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Go behind the scenes of landmark buildings at Sydney Open

Chloe Wolifson

As Sydney throws open its doors for a day, go behind the scenes and explore the city's architectural landmarks during Sydney Open.
Go behind the scenes of landmark buildings at Sydney Open

Visitors in The Great Synagogue. Photo © James Horan for Sydney Living Museums  

Sydney Living Museums is the custodian of a dozen of the city’s most precious architectural treasures. While these are open year-round to explore and enjoy, the biennial Sydney Open day on Sunday 2 November allows a behind the scenes look at more than 40 other exciting spaces around the city that are not normally opened to the public, and as Sydney Living Museums Director Mark Goggin explains, is ‘a real opportunity for any Sydneysider who loves their city’.

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Sydney Living Museums works with architects, building owners and tenants to provide access to an impressive cross-section of urban architecture. From the earliest colonial structures to shiny new skyscrapers, from the pared-back and functional to the highly decorative, Sydney Open has something to pique everyone’s interest.

The event presents a great opportunity for those looking to reacquaint themselves with Sydney’s major landmarks. You may have loitered on the steps of Sydney Town Hall many times, but a City Pass enables you to ascend them in order to peek into the Council Chamber, and, intriguingly, the building’s underground vault. Still on money matters, a new addition to the Open circuit is the Reserve Bank of Australia, where visitors can get the currency on our currency.

If church rather than state is what you’re after, spiritual relief is at hand. Access to the elaborately decorated The Great Synagogue will run throughout the day, while over at St Mary’s Cathedral the crypt will be opened, revealing its impressive terrazzo mosaic floor. Visitors to Sydney’s oldest surviving church St James’ will be able to discover the tiny Children’s Chapel. Set under a barrel-vaulted ceiling, the Chapel is adorned with beautiful murals painted by the Turramurra Painters in 1929, in which the Christmas carol ‘I Saw Three Ships’ is reinterpreted within a Sydney Harbour setting (including a partially-built Harbour Bridge).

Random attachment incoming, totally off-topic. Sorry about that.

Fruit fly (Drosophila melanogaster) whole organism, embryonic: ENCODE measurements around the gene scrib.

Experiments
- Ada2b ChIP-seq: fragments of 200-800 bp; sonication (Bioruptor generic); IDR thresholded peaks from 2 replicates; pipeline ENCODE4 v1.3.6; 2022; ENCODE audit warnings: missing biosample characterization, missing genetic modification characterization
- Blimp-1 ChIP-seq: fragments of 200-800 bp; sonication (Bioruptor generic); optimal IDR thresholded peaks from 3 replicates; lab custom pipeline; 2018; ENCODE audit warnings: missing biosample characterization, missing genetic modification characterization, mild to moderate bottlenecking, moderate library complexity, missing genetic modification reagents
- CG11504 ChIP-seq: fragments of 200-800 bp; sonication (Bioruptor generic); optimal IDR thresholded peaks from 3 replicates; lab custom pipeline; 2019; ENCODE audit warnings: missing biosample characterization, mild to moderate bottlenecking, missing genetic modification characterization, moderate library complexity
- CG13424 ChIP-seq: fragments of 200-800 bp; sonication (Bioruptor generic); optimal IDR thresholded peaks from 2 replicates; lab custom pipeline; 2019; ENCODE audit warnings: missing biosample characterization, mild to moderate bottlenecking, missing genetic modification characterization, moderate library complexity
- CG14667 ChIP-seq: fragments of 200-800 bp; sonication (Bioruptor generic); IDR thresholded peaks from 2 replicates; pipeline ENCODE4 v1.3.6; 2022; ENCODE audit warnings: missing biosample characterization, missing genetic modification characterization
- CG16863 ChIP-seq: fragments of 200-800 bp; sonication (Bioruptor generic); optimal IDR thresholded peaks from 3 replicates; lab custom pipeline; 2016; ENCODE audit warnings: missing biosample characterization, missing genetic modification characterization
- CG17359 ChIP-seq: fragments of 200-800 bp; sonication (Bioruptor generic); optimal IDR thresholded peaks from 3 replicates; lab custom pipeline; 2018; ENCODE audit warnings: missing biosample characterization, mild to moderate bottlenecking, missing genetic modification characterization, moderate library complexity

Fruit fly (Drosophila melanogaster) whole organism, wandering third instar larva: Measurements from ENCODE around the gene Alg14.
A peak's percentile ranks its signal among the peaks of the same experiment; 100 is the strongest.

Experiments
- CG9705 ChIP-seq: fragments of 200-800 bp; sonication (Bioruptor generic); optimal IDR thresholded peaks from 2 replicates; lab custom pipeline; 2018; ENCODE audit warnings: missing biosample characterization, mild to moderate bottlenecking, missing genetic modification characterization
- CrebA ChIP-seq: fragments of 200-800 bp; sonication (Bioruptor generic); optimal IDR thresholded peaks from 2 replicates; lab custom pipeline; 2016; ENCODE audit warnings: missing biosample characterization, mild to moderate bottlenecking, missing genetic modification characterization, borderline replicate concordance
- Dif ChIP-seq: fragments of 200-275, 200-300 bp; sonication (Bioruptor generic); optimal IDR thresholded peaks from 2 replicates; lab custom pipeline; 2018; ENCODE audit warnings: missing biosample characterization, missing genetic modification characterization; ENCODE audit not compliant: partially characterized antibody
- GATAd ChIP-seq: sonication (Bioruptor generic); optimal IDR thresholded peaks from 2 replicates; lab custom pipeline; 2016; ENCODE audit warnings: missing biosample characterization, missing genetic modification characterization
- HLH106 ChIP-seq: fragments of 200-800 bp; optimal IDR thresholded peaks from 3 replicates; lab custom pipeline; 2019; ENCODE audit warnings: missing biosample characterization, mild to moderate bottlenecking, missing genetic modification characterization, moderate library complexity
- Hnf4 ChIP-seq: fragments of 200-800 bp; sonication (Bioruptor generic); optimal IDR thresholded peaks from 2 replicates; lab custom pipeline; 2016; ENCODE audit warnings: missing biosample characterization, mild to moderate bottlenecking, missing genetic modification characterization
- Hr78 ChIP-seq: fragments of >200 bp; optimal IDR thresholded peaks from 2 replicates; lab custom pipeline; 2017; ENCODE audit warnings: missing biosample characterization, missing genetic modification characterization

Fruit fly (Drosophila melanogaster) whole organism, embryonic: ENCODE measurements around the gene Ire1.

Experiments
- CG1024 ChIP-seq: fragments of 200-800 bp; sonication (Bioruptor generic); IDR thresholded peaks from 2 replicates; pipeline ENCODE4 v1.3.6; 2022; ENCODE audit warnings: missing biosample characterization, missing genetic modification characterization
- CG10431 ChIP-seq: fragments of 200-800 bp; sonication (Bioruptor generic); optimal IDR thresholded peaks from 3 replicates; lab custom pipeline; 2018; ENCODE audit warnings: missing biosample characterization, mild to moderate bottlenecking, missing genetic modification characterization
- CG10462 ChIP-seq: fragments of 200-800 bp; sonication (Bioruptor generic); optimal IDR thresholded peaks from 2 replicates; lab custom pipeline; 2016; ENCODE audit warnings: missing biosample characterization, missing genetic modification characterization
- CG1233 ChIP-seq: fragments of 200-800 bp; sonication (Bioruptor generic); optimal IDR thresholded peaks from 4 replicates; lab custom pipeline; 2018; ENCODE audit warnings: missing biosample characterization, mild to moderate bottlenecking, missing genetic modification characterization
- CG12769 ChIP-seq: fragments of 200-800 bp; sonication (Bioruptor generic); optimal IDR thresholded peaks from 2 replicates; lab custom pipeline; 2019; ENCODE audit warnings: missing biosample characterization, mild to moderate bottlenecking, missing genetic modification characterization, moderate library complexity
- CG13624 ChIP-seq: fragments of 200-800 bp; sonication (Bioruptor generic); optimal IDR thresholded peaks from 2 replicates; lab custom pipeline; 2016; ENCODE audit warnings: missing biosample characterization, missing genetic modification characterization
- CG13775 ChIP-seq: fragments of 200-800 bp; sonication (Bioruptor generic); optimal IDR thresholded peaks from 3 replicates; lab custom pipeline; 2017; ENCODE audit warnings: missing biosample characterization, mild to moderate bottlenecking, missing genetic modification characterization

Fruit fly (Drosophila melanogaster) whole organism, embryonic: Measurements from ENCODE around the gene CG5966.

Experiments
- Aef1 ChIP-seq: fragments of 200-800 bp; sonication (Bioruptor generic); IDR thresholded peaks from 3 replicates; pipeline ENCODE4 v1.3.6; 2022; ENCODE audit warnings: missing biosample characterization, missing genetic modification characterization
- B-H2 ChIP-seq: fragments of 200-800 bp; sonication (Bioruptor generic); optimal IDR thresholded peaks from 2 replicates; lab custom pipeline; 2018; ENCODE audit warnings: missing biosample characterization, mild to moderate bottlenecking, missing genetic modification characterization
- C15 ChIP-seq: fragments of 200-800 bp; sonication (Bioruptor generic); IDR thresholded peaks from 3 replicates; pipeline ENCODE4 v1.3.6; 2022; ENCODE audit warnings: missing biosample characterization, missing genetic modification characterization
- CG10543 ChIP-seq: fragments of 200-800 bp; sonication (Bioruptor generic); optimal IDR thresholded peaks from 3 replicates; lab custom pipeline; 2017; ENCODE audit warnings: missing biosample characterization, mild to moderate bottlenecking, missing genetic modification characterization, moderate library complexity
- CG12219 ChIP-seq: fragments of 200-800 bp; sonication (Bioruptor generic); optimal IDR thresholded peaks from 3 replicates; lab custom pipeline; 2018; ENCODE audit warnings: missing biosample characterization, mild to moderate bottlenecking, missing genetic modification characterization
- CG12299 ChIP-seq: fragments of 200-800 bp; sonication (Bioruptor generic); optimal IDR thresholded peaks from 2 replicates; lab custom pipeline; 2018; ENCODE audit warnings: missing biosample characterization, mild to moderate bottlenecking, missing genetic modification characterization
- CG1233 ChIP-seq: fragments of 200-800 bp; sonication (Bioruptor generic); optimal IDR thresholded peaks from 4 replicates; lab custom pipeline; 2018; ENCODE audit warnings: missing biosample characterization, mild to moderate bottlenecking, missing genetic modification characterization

If your children possess the widespread juvenile fascination for fire trucks, don’t miss your chance to explore the Darlinghurst Fire Station. Visitors young and old can explore the station from bottom to top, from the vehicles parked on the ground floor, up the circular staircase to the rooftop and its impressive view over the surrounding suburb.

For a fix of contemporary culture, there are plenty of options. Alaska Projects (whose home is in an underground car park in Kings Cross) have recently expanded to Stockton House on William Street, where City Pass holders can experience the studios of resident artists. Underbelly Arts, who have presented exhibitions in the industrial surrounds of Carriageworks and Cockatoo Island in the past, will reveal their current abode, the William Street Arch. The Arch is one of the oldest surviving bridges on the Australian mainland, and was originally built in the 1830s to carry sewage and stormwater out to sea.